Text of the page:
"I've got to say we'll never see it again in our lifetime," New York Yankees manager Joe Girardi said.
Galarraga, who was barely known outside Detroit before this week, and Joyce, whose career had flourished in relative obscurity, became hot topics on Twitter. At least one anti-Joyce Facebook page popped up and firejimjoyce.com was launched. Wikipedia blocked editing to the umpire's page.
Joyce, a longtime ump with a solid reputation, declined comment on MLB's statement after Thursday's game, saying he hadn't read it.
"There's no doubt he feels bad and terrible," Galarraga said after Detroit beat Cleveland 12-6 on Thursday. "I have a lot of respect for the man. It takes a lot to say you're sorry and to say in interviews he made a mistake."
"I'm sad, but I know that I pitched a perfect game. The first 28-out perfect game," he said.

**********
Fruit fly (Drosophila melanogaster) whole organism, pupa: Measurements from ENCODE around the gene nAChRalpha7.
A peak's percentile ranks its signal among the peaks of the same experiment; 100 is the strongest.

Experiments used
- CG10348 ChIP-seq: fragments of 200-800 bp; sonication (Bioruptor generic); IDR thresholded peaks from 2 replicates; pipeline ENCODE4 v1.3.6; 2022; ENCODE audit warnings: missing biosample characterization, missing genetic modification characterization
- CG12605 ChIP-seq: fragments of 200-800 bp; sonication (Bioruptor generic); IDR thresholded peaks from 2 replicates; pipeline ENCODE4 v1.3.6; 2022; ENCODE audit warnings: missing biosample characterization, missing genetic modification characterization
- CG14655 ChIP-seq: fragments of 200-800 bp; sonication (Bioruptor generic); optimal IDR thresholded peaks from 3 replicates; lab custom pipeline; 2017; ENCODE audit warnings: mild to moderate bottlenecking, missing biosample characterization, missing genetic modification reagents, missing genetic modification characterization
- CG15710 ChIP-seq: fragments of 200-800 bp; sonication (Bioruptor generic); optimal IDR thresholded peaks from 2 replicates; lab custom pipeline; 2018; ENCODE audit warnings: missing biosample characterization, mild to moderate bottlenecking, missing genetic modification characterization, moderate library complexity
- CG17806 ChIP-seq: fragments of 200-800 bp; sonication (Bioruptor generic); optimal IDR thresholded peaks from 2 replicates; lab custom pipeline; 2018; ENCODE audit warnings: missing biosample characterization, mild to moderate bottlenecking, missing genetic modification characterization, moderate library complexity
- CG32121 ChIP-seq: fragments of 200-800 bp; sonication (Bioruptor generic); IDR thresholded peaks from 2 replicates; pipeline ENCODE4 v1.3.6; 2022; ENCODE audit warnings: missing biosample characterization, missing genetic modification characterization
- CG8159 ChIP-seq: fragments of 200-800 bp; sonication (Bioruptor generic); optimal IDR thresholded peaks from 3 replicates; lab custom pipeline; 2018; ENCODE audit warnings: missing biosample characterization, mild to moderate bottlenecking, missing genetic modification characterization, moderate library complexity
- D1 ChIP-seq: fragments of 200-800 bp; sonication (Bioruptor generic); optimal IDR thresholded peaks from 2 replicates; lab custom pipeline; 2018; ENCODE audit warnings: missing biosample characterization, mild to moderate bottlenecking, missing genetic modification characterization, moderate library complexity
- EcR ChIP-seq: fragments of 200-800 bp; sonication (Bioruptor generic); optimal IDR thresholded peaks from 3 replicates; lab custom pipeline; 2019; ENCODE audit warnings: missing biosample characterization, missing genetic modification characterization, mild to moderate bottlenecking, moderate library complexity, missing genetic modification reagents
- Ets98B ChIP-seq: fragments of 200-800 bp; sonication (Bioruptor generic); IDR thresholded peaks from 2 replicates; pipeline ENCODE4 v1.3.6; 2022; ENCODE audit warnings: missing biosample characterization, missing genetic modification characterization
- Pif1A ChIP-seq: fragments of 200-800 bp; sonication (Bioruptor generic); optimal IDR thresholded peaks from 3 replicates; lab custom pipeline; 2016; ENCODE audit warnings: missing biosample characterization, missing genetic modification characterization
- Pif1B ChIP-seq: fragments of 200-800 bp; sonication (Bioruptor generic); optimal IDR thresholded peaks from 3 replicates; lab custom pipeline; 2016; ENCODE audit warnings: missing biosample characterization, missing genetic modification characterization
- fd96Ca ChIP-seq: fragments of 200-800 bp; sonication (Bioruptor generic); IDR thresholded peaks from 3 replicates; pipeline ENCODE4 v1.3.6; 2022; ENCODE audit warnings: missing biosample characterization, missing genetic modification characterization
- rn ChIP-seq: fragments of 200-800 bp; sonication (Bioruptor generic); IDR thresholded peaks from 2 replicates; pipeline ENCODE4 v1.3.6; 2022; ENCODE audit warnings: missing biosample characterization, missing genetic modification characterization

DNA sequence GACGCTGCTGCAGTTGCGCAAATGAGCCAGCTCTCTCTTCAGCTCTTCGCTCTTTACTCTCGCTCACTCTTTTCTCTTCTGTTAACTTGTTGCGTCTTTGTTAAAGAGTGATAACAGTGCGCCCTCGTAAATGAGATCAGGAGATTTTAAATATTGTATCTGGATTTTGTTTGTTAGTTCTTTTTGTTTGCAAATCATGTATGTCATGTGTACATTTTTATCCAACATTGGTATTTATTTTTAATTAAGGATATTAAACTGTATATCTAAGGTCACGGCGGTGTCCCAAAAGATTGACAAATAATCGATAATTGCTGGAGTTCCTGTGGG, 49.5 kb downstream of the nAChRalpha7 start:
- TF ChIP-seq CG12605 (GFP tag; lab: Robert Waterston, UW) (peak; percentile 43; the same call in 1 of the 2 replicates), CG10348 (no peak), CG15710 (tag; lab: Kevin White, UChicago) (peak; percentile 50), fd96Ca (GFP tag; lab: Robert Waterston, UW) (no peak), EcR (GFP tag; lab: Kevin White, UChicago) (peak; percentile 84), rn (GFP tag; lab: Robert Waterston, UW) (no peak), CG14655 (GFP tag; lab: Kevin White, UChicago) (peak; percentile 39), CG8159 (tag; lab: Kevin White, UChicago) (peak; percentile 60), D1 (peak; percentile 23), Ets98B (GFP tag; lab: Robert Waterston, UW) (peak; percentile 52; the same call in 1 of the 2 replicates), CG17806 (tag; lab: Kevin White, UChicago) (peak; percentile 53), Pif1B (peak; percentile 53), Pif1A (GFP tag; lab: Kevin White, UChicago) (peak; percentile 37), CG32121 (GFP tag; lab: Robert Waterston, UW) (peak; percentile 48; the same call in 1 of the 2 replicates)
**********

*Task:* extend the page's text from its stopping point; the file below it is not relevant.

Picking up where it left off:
Denied the 21st perfect game in history, the record third this season and the first for a Detroit pitcher, Galarraga still got a prize. The Tigers and Chevrolet presented him with a new Corvette.
Opinions poured in from all over, on both sides.
"I was thinking if the umpire says he made a mistake on replay, I'd call it a no-hitter, perfect game. Just scratch it," St. Louis Cardinals manager Tony La Russa said Wednesday night. "If I was Mr. Selig, in the best interest of the game, the guy got it and I'd give him his perfect game."
To others, rewriting sports history would open a Pandora's Box -- what happens in an instant must live forever.
"It's in the books and, unfortunately, that's the way it goes," fan Jim Qualter said at Fenway Park.